‘In the instant case, the Appellant herein clearly stated in the affidavit in support of his originating summons that he took part in the primary election held at St. Paul University, Awka in obedience to the judgment of Adeniyi J of the Federal Capital Territory High Court and that the said election was conducted by Sir Chukwudi Umeaba who authored and signed the alleged result of the primary election. He is said to be the leader of the State Executive of the 3rd Respondent. That Appellant emerged winner of that contraption he called party primary election. But from the authorities of this Court cited above, that assemblage at St. Paul University was nothing other than an illegal and an unlawful gathering of party delinquents. The outcome therefore was a sham and a farce. See Emenike v PDP (supra). Not having been conducted by the National Executive Committee 3rd Respondent, the primary election held at St. Paul University on 26th June, 2021 which the Appellant took part is unknown to law and is a nullity. The law is very clear that a State executive of a political party has no vires to conduct party primaries. It is only the National Executive Committee of the party that is recognized as the proper organ of the party saddled with the responsibility of conducting party primaries.’

‘Party primaries are conducted by the National Executive Committee of political parties. Definitely, not by the State executive of the party. The Appellant lacked the locus standi to incept the suit giving birth to this appeal. Counsel ought to advise their clients when requested to file such frivolous suits in Court.’

— J.I. Okoro, JSC. Uba v. Ozigbo, INEC, PDP (SC.CV/772/2021, October 21, 2021)

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A CANDIDATE OF A POLITICAL PARTY MUST NOT BE JOINED IN THE PETITION FILED BY THE POLITICAL PARTY

The 2nd Respondent/Applicant also contended that the Petition is not properly constituted as the candidate sponsored by the Petitioner has not been joined as a Co-Petitioner in the petition. The short answer to that is that, Section 133(1)(b) of the Electoral Act, 2022 entitles the Petitioner as a political party to institute an election petition. The Applicant has not referred us to any provision of the Electoral Act, or any authority that mandates the political party to file an election petition, only where its candidate has been joined as Co-Petitioner. It is true that, it is proper for the candidate of the party to be so joined but there is no law that compels the political party to join its candidate in the petition. Afterall, the purpose of such joinder is so that the candidate be bound by any judgment or order of the Court or Tribunal but any non-joinder will not invalidate the Petition. This is particularly so when Section 133(1) of the Electoral Act (supra) states that: “An election petition may be presented by one or more of the following persons – (a) a candidate in an election; or (b) a political party which participated in the election.” By the use of the disjunctive word “or”, it means that an Election Petition may be filed by the candidate alone, or the political party alone, or both of them. See Buhari & Anor v. Yusuf & Anor (2003) 14 NWLR (pt. 841) 446 and APC v. PDP & Ors (2015) LPELR – 24349 (CA). The objection on this ground is therefore discountenanced.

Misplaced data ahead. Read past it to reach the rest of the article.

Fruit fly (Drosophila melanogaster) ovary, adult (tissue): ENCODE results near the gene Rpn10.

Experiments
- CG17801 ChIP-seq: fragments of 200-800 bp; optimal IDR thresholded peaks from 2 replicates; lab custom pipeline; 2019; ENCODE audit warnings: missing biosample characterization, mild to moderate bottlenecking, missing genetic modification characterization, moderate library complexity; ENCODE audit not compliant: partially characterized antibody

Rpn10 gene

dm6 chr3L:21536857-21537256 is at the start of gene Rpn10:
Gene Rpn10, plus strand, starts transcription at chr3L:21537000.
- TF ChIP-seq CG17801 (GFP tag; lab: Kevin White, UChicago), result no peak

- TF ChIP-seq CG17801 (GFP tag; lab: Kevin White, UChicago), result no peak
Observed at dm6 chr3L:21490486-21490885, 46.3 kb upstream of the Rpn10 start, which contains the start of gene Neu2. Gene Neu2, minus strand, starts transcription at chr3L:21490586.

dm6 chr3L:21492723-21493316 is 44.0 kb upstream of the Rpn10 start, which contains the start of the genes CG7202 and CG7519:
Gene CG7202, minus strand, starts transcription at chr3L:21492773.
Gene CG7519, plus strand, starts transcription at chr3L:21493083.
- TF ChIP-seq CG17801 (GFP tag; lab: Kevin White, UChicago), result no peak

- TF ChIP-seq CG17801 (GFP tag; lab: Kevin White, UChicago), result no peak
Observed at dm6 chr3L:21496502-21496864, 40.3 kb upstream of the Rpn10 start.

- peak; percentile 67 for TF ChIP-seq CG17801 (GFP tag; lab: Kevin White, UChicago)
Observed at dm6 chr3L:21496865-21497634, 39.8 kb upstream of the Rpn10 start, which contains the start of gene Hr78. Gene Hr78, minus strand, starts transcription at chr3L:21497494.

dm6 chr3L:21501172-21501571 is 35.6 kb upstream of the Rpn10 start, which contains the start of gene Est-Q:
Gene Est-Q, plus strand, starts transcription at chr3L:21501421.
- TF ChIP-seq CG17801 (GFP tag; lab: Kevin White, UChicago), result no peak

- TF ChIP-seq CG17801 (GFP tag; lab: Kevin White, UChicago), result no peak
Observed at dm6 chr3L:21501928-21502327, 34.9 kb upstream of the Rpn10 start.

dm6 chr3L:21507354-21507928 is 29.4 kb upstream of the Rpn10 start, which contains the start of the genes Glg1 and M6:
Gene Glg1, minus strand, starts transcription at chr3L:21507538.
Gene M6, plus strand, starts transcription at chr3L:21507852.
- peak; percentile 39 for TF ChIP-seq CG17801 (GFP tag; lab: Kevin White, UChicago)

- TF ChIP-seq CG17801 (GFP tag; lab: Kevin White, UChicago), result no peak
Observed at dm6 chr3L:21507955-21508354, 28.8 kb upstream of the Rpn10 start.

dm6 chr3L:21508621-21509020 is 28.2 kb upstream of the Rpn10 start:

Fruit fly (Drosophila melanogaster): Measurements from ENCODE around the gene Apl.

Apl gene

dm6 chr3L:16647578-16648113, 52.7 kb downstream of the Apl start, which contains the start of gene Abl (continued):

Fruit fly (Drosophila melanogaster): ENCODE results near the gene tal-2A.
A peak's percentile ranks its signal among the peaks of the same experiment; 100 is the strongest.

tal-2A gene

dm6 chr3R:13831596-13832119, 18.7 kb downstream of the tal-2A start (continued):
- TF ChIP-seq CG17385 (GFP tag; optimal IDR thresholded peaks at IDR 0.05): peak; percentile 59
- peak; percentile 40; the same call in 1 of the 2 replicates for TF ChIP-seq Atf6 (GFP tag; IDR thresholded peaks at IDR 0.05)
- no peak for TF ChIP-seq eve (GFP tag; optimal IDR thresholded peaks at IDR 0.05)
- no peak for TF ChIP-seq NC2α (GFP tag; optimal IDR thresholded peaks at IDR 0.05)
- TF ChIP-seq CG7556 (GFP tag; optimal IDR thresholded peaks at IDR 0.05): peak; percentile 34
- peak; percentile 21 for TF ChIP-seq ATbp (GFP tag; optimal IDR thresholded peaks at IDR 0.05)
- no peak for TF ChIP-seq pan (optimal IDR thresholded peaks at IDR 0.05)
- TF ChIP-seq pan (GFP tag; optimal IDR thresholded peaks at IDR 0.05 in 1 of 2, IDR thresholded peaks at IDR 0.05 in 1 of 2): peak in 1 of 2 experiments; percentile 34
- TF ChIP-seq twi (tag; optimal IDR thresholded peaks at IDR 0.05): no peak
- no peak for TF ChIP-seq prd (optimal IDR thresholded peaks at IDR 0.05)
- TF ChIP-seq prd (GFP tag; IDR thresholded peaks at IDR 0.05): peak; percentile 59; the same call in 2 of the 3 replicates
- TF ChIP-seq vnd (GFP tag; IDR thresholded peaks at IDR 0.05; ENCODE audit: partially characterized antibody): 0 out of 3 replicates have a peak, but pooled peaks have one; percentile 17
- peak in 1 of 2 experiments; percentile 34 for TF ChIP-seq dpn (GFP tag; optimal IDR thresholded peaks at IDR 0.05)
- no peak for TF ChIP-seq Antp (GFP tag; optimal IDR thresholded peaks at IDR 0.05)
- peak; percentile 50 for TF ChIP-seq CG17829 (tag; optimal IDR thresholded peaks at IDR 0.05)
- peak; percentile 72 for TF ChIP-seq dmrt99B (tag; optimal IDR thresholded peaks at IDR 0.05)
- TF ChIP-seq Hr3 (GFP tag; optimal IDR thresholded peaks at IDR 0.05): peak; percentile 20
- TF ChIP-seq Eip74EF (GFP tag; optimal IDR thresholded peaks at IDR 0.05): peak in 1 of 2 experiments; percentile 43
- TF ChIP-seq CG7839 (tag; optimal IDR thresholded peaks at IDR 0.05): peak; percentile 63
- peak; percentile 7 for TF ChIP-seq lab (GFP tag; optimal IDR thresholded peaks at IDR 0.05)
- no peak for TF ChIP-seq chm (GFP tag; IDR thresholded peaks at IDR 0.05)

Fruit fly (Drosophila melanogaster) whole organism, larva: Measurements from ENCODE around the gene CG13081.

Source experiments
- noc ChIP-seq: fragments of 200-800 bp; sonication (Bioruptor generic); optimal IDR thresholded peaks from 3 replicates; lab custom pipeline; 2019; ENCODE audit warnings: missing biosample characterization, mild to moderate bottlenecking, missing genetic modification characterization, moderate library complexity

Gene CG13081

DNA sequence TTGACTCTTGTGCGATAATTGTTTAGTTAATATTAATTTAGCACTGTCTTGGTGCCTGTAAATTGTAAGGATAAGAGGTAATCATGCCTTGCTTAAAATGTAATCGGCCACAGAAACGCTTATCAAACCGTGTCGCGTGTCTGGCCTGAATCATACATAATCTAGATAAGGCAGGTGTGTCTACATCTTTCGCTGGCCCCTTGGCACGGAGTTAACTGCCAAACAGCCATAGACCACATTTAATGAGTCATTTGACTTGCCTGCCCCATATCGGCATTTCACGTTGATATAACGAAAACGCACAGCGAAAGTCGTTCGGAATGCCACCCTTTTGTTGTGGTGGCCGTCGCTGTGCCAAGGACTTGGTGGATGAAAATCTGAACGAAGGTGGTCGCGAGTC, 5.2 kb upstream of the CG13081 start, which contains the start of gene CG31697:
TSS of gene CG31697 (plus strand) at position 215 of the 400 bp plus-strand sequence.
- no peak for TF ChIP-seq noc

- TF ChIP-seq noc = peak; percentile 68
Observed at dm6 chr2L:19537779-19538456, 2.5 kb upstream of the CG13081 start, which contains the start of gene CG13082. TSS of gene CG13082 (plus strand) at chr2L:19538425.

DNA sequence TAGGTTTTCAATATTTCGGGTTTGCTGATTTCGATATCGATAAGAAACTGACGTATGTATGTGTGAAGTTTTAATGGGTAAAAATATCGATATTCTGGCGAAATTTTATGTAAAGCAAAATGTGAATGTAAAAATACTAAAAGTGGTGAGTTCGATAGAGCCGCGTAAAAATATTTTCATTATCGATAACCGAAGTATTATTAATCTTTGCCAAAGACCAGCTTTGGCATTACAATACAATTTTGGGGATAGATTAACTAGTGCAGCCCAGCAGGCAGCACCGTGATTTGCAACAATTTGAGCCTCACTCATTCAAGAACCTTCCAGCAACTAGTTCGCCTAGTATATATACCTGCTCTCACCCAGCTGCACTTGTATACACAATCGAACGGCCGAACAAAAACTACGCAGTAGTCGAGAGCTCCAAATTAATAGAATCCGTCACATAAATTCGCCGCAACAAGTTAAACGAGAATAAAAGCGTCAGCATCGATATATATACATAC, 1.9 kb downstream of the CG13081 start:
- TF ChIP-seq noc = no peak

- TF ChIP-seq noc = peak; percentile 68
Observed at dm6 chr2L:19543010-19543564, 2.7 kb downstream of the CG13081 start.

— H.S. Tsammani, JCA. APM v INEC & Ors. (2023) – CA/PEPC/04/2023

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A POLITICAL PARTY CANNOT CHALLENGE ACTIVITIES OF ANOTHER POLITICAL PARTY VIS-A-VIS INEC

No matter how pained or disgruntled a political party is with the way and manner another political is conducting or has conducted its affairs concerning its nomination of its candidates for any position, it must keep mum and remain an onlooker, for it lacks the locus standi to challenge such nomination in court. A political party equally lacks the locus standi to challenge the actions of INEC in relation to another political party. Section 285(14)(c) only allows a political party to challenge the decisions and activities of INEC disqualifying its own candidate from participating in an election, or to complain that the provisions of the Electoral Act or any other law have not been complied with in respect of the nomination of the party’s own candidates, timetable for an election, registration of voters and other activities of INEC in respect of preparation for an election. A political party is only vested with locus to file a pre election matter when the aforesaid situations affects it or its own candidates. When the actions of INEC relate to the activities of a political party, no court has the jurisdiction to entertain a suit brought by another political party in that regard.

— A. Jauro, JSC. PDP v INEC (2023) – SC/CV/501/2023